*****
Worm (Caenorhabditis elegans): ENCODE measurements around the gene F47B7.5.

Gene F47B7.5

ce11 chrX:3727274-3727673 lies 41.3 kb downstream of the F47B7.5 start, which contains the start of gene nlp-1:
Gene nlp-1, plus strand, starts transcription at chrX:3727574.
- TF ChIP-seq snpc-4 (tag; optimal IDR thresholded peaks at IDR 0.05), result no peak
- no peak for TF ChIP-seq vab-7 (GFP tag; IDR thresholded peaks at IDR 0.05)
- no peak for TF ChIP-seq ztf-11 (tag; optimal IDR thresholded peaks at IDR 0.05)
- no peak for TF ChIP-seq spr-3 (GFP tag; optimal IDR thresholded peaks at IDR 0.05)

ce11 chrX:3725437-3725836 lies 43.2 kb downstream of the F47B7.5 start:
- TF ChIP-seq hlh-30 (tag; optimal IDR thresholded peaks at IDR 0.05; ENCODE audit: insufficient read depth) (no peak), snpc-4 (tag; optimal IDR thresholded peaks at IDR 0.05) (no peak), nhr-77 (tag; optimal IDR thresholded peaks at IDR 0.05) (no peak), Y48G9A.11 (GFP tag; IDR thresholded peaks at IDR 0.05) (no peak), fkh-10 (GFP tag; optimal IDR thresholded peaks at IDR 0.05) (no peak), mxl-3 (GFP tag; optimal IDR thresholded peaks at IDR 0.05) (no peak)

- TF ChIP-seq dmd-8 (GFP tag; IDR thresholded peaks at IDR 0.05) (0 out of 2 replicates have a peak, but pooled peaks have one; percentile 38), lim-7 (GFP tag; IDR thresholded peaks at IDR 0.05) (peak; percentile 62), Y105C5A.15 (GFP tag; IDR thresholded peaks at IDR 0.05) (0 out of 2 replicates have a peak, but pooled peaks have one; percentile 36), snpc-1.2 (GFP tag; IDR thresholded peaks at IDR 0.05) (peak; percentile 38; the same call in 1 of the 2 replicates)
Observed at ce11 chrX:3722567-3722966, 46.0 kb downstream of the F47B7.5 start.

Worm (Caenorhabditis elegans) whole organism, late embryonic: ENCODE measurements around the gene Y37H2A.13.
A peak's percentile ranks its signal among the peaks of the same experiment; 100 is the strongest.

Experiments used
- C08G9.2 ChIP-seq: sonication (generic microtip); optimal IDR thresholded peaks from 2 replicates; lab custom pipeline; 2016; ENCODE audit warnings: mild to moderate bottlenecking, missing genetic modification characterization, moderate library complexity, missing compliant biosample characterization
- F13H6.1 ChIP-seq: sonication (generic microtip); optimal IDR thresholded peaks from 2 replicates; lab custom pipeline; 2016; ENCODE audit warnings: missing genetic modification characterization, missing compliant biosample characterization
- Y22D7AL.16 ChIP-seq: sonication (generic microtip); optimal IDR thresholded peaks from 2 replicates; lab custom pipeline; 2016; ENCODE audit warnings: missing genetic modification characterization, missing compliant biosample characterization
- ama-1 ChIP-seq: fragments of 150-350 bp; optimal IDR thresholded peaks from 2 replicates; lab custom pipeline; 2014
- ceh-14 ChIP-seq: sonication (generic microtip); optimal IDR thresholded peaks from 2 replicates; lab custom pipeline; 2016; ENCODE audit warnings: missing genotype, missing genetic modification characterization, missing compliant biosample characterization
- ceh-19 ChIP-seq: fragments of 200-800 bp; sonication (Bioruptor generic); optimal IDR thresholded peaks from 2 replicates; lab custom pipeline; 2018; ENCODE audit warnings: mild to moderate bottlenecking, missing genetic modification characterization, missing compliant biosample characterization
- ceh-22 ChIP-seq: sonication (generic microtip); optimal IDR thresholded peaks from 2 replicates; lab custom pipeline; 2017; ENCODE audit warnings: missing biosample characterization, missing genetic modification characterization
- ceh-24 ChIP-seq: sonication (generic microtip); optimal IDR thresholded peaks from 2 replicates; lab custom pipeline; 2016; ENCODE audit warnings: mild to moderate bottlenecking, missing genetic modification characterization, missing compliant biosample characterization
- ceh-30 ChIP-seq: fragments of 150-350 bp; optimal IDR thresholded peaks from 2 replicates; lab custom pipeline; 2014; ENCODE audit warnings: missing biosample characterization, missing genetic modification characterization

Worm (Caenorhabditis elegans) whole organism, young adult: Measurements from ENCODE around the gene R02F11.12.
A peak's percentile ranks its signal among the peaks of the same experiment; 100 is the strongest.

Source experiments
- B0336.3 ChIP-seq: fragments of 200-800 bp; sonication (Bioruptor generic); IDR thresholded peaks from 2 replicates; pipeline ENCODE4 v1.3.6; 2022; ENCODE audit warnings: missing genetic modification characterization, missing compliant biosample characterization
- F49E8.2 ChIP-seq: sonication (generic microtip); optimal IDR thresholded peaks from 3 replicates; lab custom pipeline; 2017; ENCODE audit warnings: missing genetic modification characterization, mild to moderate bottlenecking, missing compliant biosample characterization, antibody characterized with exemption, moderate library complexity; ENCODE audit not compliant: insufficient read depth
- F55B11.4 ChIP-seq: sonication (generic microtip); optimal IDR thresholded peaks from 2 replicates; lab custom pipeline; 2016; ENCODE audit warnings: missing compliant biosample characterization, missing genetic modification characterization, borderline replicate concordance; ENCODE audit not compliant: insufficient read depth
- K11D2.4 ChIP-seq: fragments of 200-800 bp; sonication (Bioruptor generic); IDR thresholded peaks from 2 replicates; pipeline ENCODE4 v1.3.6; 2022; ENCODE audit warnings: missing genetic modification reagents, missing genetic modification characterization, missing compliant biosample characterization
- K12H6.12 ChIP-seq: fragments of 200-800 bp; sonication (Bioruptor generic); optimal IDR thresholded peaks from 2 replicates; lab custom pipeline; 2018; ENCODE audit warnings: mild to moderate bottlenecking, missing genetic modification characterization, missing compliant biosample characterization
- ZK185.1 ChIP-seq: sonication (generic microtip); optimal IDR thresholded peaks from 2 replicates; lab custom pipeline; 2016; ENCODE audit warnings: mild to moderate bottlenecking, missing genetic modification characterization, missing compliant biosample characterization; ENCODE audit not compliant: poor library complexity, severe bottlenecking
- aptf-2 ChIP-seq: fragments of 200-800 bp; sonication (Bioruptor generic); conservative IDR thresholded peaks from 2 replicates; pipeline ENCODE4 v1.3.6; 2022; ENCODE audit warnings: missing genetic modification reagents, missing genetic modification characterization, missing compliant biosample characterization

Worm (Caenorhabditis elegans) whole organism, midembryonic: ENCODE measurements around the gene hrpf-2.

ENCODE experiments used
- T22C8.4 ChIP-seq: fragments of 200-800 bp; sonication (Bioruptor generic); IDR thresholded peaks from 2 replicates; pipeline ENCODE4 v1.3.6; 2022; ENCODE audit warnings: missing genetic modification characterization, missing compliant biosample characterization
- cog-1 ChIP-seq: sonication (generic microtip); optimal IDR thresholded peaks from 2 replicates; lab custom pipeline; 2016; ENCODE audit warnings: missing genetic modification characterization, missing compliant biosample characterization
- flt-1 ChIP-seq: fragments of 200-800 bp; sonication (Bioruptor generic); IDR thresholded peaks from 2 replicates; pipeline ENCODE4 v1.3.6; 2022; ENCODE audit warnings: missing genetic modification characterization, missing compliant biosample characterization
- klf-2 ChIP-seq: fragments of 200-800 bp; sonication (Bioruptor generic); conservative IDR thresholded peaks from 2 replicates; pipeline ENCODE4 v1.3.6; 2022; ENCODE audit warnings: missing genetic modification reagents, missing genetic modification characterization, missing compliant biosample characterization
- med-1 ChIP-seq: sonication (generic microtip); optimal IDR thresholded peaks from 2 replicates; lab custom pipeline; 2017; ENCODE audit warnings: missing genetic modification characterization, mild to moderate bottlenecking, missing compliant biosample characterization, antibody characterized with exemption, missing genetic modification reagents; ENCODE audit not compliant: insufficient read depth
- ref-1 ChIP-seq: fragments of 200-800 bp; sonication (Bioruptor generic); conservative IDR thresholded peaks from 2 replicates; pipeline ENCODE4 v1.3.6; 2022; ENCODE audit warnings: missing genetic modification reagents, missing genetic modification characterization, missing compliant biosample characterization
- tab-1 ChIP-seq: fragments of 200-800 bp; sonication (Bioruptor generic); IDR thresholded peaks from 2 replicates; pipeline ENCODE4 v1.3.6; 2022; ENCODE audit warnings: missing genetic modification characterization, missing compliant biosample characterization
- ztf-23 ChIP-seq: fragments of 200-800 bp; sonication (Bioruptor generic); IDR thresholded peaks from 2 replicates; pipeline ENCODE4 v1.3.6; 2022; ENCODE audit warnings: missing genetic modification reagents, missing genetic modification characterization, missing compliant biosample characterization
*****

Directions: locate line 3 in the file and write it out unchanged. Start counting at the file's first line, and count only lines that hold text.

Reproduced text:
ce11 chrX:3727274-3727673 lies 41.3 kb downstream of the F47B7.5 start, which contains the start of gene nlp-1: